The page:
# Obtain our public host name
PUBLIC_HOST_NAME="`wget -q -O - http://instance-data.ec2.internal/latest/meta-data/public-hostname || die \"wget public-hostname has failed: $?\"`"
test -n "$PUBLIC_HOST_NAME" || die 'cannot obtain public-hostname'


cli53 rrcreate $DOMAIN $SUBDOMAIN CNAME $PUBLIC_HOST_NAME --ttl 300 --replace

Let me go over this line by line.  First we have two variables that we're setting: $DOMAIN and $SUBDOMAIN.  $DOMAIN is a domain that you have in Route53; it's the primary domain name, not the subdomain.  The $SUBDOMAIN is the actual subdomain element that you are wanting to set the CNAME for.  In my case, I'm using and setting the subdomain staging, so my server will receive the DNS entry

The next part queries http://instance-data.ec2.internal/latest/meta-data/public-hostname to get our public hostname.  This is the long public DNS entry that looks like, and we'll set our CNAME to this value.  We could just as easily get the IP address, but using the subdomain has the advantage of resolving to an internal IP address from another AWS instance, making communication between AWS instances available on the internal network.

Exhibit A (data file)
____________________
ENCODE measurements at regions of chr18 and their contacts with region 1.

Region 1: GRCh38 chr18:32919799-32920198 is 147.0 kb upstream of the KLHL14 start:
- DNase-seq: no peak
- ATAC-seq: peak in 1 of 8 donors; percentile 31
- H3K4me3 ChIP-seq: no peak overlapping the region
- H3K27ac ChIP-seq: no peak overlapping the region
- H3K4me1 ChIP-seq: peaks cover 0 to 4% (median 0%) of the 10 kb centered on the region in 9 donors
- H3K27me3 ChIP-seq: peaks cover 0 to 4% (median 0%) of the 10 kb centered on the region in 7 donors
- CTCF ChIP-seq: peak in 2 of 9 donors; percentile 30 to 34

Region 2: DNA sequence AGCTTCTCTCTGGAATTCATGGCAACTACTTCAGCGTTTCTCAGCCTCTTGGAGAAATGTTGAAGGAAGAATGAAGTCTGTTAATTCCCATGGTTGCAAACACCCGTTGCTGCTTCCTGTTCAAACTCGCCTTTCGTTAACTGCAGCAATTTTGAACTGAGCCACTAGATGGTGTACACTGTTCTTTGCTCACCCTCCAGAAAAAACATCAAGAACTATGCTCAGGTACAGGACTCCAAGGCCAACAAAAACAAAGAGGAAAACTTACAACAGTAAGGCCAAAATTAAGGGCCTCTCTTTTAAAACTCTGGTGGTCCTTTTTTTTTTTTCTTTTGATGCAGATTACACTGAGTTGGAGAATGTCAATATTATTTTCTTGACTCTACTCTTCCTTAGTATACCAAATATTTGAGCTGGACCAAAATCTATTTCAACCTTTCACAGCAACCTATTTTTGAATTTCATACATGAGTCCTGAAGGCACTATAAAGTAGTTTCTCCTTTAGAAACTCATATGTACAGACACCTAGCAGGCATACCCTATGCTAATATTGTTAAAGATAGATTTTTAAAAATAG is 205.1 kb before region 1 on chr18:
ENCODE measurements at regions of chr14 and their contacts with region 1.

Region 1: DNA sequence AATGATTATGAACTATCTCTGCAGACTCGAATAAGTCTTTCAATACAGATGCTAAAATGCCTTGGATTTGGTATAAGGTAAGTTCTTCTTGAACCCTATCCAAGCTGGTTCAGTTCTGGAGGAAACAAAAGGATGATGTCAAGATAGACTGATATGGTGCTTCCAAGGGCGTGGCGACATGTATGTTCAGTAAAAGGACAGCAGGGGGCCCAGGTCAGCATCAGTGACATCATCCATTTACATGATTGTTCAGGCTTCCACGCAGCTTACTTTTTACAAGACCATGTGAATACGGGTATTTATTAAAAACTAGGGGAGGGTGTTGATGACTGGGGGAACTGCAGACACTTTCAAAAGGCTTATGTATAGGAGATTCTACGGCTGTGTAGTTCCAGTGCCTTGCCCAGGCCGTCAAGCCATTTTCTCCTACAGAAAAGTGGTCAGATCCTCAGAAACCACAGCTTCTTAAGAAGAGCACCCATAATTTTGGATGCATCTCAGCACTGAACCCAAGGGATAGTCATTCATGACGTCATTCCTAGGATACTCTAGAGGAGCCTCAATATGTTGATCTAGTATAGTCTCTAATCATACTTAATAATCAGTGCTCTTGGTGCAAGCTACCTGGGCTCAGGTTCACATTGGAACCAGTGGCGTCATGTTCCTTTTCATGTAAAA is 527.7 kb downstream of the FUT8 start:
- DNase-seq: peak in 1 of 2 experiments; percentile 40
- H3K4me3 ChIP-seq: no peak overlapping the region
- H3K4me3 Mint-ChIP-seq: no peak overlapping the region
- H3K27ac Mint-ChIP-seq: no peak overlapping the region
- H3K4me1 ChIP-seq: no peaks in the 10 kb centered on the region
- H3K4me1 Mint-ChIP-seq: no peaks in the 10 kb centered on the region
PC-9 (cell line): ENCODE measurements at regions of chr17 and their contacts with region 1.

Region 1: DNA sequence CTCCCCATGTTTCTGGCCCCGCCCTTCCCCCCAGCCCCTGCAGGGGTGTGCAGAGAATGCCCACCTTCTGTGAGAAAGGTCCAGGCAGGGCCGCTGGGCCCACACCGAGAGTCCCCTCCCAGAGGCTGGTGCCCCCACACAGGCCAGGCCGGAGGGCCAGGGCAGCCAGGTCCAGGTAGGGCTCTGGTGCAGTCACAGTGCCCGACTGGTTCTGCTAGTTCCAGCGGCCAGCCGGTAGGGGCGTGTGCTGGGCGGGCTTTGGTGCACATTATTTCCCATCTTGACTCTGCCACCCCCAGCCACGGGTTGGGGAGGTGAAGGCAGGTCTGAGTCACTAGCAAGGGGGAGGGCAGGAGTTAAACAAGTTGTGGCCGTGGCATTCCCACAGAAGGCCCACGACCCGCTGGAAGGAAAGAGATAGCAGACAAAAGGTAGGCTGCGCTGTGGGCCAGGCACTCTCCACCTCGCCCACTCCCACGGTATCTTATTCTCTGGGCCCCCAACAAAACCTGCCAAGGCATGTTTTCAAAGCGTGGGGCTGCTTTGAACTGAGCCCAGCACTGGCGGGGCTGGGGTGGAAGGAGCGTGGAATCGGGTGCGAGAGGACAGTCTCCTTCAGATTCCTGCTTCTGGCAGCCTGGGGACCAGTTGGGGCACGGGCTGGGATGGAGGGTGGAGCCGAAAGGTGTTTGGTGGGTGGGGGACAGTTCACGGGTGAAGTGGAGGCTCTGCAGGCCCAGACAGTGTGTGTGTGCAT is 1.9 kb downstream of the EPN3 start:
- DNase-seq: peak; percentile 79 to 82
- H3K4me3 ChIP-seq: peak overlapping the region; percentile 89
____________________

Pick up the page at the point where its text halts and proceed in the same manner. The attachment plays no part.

Lastly, the cli53 command replaces the CNAME entry for this hostname. This will only work if you don't have an existing setting for this subdomain, or if the existing entry is already a CNAME; i.e. it  will fail if you have an A record.

Once you have the script ready, run it from the command line. You should see an output something like this:

Setting to

  Status: PENDING
  SubmittedAt: 2014-05-15T15:51:11.975Z
  Id: /change/C3LPBE20HC9ITN

If you now go into your Route53 console, you should see the new entry with a TTL of 5 minutes.

The next step is to get this script to execute every time the machine boots. Enter cron, which has a handly option to execute on boot.

Using your text editor, create a file at /etc/cron.d/set_route_53 with the following contents:


@reboot [user] /usr/local/bin/set_route_53

where [user] is the username you installed the .boto file in.  The environment variables at the top are required to have the environment variables accessible to the script, and those are variables that are used in the AWS command line utilities.

Now, reboot your machine.  If you have mail configured for the user running the cron job, you'll get an e-mail with the output of the command.  If you stop and then start your instance, you should see the Route53 entry update.  With the TTL set to 5 minutes, you should always be able to access your instance within 5 minutes of its boot being complete, and you don't have to lift another finger!